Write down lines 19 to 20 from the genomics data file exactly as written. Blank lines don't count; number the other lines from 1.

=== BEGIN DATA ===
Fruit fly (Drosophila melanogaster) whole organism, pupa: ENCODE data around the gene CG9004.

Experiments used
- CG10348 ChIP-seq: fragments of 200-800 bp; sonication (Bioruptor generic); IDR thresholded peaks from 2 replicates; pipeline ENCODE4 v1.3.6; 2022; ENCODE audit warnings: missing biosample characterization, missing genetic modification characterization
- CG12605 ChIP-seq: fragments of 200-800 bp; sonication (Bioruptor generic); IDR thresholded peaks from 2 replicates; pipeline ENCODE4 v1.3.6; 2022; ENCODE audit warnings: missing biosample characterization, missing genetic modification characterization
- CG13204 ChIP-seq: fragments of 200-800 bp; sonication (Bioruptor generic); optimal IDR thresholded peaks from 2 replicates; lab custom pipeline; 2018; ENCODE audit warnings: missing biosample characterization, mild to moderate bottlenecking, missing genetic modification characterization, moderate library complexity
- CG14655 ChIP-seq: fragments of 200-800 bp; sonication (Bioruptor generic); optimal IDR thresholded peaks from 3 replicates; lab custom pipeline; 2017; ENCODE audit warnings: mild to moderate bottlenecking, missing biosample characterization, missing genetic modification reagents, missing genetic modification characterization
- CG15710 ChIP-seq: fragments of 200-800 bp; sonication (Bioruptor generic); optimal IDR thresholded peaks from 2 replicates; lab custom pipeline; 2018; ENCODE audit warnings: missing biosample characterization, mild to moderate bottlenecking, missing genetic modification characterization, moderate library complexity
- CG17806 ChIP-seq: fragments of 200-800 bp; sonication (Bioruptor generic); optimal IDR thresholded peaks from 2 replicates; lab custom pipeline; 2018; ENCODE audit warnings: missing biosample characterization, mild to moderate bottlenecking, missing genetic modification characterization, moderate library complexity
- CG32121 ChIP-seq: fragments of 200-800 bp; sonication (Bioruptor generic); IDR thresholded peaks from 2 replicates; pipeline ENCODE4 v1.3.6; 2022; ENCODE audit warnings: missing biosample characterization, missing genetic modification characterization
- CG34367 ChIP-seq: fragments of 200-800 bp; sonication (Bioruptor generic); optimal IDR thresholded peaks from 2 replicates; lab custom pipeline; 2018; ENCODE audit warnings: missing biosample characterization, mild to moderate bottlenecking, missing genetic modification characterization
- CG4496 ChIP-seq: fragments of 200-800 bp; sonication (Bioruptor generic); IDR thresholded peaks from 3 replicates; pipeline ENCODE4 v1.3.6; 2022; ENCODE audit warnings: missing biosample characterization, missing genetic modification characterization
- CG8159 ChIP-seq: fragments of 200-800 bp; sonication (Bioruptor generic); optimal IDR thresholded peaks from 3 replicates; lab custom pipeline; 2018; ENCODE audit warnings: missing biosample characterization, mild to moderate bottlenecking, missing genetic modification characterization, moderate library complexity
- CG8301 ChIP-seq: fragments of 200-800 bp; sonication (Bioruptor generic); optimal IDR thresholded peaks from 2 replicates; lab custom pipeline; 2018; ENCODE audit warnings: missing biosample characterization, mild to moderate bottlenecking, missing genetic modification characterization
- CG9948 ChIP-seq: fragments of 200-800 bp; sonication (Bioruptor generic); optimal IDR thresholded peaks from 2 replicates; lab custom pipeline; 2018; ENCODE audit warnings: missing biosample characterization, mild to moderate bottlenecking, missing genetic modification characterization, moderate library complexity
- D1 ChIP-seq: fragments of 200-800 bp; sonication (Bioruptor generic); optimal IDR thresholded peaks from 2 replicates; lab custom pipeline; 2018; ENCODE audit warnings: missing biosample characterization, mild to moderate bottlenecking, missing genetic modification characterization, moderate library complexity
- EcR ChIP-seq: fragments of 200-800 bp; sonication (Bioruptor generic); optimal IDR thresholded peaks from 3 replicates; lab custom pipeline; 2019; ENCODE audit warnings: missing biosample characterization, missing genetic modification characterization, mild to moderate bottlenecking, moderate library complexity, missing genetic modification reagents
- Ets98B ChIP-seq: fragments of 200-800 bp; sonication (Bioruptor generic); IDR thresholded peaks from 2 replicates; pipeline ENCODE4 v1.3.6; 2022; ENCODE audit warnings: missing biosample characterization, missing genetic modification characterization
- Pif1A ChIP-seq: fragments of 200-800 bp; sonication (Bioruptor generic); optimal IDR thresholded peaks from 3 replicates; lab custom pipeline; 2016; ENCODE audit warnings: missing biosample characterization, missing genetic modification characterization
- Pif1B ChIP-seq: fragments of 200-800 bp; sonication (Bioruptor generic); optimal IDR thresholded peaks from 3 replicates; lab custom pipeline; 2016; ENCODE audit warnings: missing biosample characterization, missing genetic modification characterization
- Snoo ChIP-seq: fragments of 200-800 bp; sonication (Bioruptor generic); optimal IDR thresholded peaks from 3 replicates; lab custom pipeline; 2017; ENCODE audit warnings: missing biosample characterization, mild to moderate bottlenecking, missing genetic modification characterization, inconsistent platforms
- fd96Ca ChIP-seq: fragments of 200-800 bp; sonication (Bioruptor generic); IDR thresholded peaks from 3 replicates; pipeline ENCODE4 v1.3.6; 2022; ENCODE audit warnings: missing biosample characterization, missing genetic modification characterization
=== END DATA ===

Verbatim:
- Pif1B ChIP-seq: fragments of 200-800 bp; sonication (Bioruptor generic); optimal IDR thresholded peaks from 3 replicates; lab custom pipeline; 2016; ENCODE audit warnings: missing biosample characterization, missing genetic modification characterization
- Snoo ChIP-seq: fragments of 200-800 bp; sonication (Bioruptor generic); optimal IDR thresholded peaks from 3 replicates; lab custom pipeline; 2017; ENCODE audit warnings: missing biosample characterization, mild to moderate bottlenecking, missing genetic modification characterization, inconsistent platforms